Gov’t will ‘revisit’ PPPA, discuss media self-regulation after GE14

Putrajaya intends to “revisit” the Printing Presses and Publications Act 2012 (PPPA) and will discuss possibilities for self-regulation of the media after the 14th general election, Deputy Prime Minister Ahmad Zahid Hamidi said today.

Speaking at an event with the top brass of mainstream print media outlets, he said this was to ensure that media regulations kept up with the times.

“After GE14, we will sit together and look at the pros and cons of the PPPA, revisit it… our current situation has caused us to be more open, so that the Act is relevant to the current times.

“We will also sit together to see if (we can have) an ombudsman or media council as a self-regulatory body,” Zahid said at the Putrajaya International Convention Centre this morning.

Earlier in his address, he sought feedback from various media bosses on a range of issues, including mechanisms to synchronise the regulation of online media with print media, the need for legislation on fake news, and if the PPPA was relevant in current times.

The government is in the process of drafting a fake news law.

Wong: Print media struggling to survive

In response to Zahid’s call for feedback, Star Media Group CEO Wong Chun Wai lamented that the need for media self-regulation was secondary to ensuring the survival of print media.

“This morning we have heard about self-regulation and (the need for an) ombudsman, but seriously, at this point, the media industry is so difficult that we are talking about survival.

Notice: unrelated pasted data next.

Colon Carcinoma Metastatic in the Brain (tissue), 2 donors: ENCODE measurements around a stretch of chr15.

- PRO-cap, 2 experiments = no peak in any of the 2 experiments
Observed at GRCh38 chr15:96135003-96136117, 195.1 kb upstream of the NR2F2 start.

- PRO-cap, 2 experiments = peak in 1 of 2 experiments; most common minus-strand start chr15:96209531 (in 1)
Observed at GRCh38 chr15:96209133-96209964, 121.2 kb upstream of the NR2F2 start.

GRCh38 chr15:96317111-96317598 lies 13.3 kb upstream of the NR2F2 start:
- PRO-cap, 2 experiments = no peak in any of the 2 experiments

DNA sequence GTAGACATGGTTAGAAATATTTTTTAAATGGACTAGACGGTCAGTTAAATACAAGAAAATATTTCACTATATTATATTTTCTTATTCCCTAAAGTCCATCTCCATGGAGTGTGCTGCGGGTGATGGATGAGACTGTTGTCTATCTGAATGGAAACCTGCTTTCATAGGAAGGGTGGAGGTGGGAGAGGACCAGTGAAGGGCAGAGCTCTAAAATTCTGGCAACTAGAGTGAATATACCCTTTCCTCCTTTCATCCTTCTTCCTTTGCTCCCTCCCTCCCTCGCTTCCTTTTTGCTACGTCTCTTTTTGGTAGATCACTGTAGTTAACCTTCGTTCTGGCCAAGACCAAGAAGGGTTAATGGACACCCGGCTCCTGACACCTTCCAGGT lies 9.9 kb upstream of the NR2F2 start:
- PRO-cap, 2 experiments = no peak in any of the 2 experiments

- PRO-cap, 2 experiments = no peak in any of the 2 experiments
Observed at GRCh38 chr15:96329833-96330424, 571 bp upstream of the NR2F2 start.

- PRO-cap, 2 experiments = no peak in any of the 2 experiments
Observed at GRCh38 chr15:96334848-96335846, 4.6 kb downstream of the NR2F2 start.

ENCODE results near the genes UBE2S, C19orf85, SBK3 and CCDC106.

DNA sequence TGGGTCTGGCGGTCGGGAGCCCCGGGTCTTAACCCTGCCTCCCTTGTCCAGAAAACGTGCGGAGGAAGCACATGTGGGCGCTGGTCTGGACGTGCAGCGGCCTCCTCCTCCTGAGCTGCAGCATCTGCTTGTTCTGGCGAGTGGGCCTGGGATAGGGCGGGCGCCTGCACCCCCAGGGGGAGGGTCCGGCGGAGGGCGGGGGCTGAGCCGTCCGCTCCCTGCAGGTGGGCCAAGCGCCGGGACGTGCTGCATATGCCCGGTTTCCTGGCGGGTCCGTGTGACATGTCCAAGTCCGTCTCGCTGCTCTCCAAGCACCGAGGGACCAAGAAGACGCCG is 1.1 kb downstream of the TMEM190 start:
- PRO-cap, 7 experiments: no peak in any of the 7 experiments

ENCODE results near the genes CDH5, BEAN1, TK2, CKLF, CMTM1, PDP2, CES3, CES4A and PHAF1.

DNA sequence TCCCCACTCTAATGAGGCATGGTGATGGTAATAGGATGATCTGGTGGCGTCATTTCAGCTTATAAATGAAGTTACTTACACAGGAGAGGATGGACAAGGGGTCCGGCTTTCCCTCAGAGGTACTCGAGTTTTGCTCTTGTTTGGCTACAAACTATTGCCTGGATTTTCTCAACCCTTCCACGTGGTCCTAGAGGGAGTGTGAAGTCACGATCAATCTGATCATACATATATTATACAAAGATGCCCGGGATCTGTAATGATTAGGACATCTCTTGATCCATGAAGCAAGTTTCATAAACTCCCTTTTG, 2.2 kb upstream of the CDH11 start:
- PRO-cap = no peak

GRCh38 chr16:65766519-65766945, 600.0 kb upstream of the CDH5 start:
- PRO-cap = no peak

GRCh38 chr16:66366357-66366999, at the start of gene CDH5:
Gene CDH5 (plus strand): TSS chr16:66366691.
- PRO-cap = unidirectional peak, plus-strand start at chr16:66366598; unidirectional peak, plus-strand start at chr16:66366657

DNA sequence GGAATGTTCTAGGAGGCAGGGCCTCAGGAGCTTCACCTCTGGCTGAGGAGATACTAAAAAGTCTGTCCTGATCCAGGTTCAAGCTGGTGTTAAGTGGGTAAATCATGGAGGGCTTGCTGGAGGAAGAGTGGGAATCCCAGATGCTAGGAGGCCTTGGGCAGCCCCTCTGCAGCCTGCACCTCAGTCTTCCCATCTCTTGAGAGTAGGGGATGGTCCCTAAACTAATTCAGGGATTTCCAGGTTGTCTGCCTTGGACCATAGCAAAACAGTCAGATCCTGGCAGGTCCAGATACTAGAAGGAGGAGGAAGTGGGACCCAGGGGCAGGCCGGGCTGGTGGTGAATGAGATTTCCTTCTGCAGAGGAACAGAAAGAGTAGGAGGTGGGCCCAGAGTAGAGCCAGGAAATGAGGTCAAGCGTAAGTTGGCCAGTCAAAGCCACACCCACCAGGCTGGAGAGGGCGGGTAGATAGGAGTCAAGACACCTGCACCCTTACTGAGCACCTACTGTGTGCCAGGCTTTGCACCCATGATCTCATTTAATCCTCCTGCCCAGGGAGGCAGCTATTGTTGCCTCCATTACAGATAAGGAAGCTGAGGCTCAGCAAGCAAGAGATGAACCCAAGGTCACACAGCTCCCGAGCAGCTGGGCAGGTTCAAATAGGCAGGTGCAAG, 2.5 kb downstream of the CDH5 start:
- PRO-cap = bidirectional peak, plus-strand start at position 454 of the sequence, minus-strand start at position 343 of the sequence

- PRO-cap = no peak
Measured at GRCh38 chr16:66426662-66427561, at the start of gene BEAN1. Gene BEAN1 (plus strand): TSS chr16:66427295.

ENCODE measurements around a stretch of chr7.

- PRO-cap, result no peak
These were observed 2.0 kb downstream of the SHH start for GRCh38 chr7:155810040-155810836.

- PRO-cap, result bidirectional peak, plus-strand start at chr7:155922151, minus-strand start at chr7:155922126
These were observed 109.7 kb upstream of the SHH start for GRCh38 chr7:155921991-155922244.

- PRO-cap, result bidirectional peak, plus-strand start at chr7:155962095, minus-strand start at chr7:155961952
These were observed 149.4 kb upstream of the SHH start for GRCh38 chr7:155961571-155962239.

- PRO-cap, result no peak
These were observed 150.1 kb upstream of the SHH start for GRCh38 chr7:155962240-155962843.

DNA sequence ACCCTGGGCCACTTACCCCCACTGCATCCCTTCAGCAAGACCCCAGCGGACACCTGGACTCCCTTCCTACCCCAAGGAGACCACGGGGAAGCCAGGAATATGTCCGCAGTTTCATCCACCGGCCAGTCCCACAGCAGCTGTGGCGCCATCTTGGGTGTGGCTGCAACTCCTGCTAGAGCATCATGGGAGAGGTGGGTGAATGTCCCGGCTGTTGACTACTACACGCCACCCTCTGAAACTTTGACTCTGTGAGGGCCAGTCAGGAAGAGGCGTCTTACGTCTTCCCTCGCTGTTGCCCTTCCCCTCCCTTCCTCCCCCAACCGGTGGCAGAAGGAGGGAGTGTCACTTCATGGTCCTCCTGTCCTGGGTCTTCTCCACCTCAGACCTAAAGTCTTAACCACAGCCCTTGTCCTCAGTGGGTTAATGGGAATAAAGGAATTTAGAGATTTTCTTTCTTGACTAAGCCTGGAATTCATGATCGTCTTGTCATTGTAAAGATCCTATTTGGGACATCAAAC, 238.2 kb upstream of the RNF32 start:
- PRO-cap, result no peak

“What is the point of having an ombudsman and media council when you do not know how many companies will survive?

“I’m going to be very honest. After GE14 I expect some newspapers to actually close down,” Wong said, adding that the main barriers for the print media were the strict advertising guidelines applied to them, but not to broadcast or online media outlets.

Wong further said profit margins were slim in the online media business, citing the example of how 80 percent of digital advertising revenue in Malaysia went to Google and Facebook.

He called upon the government to tax the two internet giants, to which Zahid replied he would take the suggestion up at tomorrow’s cabinet meeting.

Many editors pointed out that print media outlets were “losing out” in the digital age, and complained that online portals are not regulated to the same extent.

National newswire Bernama’s chairperson Azman Ujang specifically asked for rules on online media publication to be “tightened.”

“The freedom enjoyed by the online media has been misused.

“Just because they are modern and new, they can enjoy freedom? Why should we treat online media better than print media?” Azman asked.

A minority of media practitioners called for provisions in the PPPA to be loosened, with one calling for its abolishment as the law contradicted with the Federal Constitution.

Artikel disiar pada March 13, 2018 - 6:19 pm oleh Susan Loo

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